Over There: Harold Epstein

A series profiling American Jewish service in the First World War

Private Harold Epstein

Wounded in Grimpette Woods

Harold Epstein left Sheffield, Pennsylvania for the Army on February 25, 1918. Epstein was the son of a Russian-immigrant father, one of eight children. He’d graduated from Sheffield High School five years earlier and worked as a field manager in the oil industry since graduation.

Epstein left for Europe aboard the Corsican on May 3rd. He served overseas with the 110th Infantry, 28th Division for what he called “10 long months.” It wasn’t long before his first experience in combat. He described it in a letter to his uncle written several months later and published in the Y.M.H.A. bulletin:

Everything was nice and quiet one night, when the bugle sounded the call to arms. We hurriedly rolled packs, loaded our muskets, stuck our bayonets on, and ho! for the Huns. We marched a couple of kilometres, when—whizz! bang! a German 77 opened up. Holy smoke! I felt my skin tightening on my face, my hair rising and my body turning cold; but we soon got the order to form a skirmish line. We did this and soon we were in the thick of it. But still I was a little shaky. We advanced gradually, when all of a sudden whizz! bang! zip! flew the shrapnel in all directions. A chunk tore through the pack on my back. It sort o’ got personal then. Before, it was something of a dream; now, holy red, roaring crippie! I was mad and, doggone it, I just sort of saw red. Well, we sort of cleaned them out of the wood and then we dug in. That was the beginning of the war for me.

That was the beginning of the war for Epstein, but the night of July 28th would be the wartime experience to affect him most deeply. The 28th Division was in combat with the Prussian 4th Division attempting to take the area around Ronchères, France. The area was strongly held by Germans with heavy armaments. Epstein and the men of Company G were part of an attempt to capture a German machine gun nest in the Grimpette Woods:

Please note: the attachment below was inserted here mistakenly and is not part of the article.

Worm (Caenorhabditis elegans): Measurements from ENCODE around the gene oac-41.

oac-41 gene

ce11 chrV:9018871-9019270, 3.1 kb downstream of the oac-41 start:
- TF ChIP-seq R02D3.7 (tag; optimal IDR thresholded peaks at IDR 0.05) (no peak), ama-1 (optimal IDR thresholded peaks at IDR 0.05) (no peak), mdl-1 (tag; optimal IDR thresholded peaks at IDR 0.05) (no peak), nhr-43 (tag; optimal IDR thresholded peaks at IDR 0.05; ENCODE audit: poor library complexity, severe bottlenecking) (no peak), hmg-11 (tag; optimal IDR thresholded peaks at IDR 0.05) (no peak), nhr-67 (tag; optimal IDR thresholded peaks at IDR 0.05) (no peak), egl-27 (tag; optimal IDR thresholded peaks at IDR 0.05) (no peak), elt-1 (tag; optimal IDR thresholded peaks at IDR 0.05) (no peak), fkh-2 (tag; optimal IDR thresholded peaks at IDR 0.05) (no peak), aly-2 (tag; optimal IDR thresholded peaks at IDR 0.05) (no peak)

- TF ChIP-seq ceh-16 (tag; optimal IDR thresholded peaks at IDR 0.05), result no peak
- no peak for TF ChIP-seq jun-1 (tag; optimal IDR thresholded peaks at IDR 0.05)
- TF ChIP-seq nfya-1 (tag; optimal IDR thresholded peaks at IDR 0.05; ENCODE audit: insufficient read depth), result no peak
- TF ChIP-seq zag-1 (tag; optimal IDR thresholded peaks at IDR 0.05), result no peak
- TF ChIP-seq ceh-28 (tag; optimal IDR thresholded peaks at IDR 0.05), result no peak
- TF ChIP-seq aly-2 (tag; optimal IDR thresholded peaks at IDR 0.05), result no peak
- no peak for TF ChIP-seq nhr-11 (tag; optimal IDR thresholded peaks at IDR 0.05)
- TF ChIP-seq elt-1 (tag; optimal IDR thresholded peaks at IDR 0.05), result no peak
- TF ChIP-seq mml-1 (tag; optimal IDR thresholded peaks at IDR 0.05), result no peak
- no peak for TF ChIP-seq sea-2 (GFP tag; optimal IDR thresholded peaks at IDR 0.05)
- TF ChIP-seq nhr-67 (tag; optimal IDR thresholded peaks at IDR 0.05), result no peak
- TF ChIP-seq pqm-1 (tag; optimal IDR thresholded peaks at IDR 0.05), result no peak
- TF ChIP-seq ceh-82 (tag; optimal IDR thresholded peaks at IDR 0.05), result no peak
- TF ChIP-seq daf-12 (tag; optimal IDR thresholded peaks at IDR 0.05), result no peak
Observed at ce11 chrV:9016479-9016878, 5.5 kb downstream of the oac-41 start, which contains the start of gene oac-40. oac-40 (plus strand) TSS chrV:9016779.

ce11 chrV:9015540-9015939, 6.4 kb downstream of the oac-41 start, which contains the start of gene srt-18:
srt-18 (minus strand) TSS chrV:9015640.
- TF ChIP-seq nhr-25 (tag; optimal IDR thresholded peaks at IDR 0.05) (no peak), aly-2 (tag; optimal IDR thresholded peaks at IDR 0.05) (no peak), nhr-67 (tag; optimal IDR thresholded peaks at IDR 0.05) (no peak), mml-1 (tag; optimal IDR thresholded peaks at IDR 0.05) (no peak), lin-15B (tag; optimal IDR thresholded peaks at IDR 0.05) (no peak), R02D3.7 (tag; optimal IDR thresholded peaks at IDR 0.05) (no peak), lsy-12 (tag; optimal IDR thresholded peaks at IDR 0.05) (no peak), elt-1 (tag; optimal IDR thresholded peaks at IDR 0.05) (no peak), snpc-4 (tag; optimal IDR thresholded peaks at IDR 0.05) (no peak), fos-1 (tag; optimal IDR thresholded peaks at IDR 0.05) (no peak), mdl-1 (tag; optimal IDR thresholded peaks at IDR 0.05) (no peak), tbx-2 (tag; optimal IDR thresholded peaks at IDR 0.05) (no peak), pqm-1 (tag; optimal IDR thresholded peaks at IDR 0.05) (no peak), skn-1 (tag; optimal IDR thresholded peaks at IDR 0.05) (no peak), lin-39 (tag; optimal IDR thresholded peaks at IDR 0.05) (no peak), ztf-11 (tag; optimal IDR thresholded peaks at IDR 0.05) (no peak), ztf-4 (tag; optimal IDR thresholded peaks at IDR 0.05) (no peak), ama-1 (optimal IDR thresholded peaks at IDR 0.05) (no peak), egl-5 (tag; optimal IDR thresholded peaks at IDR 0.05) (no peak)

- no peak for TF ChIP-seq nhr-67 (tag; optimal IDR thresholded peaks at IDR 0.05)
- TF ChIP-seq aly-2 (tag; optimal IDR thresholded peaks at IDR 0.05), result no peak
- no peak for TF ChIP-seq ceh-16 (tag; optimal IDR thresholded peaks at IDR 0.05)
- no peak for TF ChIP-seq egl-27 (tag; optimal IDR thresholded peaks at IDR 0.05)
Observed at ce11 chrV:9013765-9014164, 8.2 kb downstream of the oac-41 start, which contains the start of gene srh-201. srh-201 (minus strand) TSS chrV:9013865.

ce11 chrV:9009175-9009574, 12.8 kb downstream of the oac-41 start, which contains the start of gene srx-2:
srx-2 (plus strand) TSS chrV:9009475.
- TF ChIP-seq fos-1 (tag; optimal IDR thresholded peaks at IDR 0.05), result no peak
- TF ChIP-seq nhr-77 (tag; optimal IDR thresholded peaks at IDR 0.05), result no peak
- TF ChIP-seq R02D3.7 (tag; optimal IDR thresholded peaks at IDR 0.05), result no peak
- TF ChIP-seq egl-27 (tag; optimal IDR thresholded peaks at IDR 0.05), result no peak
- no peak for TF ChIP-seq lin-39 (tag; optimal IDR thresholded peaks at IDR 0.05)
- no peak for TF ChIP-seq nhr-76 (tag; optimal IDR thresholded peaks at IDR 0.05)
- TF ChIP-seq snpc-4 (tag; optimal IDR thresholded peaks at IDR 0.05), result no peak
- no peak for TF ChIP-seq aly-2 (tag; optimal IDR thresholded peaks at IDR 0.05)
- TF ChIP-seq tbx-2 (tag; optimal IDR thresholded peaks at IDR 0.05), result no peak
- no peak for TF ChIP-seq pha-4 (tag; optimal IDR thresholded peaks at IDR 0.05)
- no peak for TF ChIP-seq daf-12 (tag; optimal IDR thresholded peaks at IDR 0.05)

About half way up the hill we were met with a hail of machine-gun bullets, so flat we fell to the earth—so flat that my nose was penetrating the sod. Gradually we wormed our way forward, when a barrage opened up that shook the whole country. ‘Twas a German barrage and the shells were bursting all around us. If ever a man said his prayers it was I who said mine then. All of a sudden a few Jewish words entered my head: “Shema Yisrael Adonoi Elohanu Adonoi Eh Hod Boruch,” etc. A few minutes after saying these words a shell lit about five feet away from the three of us. Two fellows, one on each side, were instantly killed and I was blown into the air. After a while I regained some sense and thought, “What the heck is the use of dying?” So I looked at my comrades, shook them a little, but they were both dead.

The 110th was successful in their assaults on Grimpette Woods. By July 30th, the area was captured.

Base Hospital No. 3. Courtesy of U.S. Army Medical Department Office of Medical History

Epstein was wounded in multiple places but thankful that he survived unlike the men to each side of him.  His hip was shot off, there was shrapnel in his chest and bullets in his shoulder blade and chest. He was first treated at Field Hospital #26 and then sent to Base Hospital #3. Epstein’s left side was paralyzed for 3 months and he was left with a limp. He described himself as “shell shocked for a time.”

He would finish his recovery back home months later. Epstein left Europe on December 8th and received more medical treatment at hospitals in the U.S. He left the service on February 26, 1919 and returned to Sheffield.